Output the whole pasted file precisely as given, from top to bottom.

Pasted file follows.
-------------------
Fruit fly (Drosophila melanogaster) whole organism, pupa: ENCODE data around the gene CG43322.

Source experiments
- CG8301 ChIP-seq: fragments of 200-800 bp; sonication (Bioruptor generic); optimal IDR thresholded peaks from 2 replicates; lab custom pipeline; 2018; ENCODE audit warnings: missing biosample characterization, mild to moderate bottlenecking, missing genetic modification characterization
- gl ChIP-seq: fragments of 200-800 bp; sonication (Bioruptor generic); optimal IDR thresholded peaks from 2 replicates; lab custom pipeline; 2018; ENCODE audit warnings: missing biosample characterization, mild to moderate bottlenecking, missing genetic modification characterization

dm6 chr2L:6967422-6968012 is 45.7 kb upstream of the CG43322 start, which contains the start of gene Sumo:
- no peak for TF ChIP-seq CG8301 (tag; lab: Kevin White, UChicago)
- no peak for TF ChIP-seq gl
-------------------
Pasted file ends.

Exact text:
Fruit fly (Drosophila melanogaster) whole organism, pupa: ENCODE data around the gene CG43322.

Source experiments
- CG8301 ChIP-seq: fragments of 200-800 bp; sonication (Bioruptor generic); optimal IDR thresholded peaks from 2 replicates; lab custom pipeline; 2018; ENCODE audit warnings: missing biosample characterization, mild to moderate bottlenecking, missing genetic modification characterization
- gl ChIP-seq: fragments of 200-800 bp; sonication (Bioruptor generic); optimal IDR thresholded peaks from 2 replicates; lab custom pipeline; 2018; ENCODE audit warnings: missing biosample characterization, mild to moderate bottlenecking, missing genetic modification characterization

dm6 chr2L:6967422-6968012 is 45.7 kb upstream of the CG43322 start, which contains the start of gene Sumo:
- no peak for TF ChIP-seq CG8301 (tag; lab: Kevin White, UChicago)
- no peak for TF ChIP-seq gl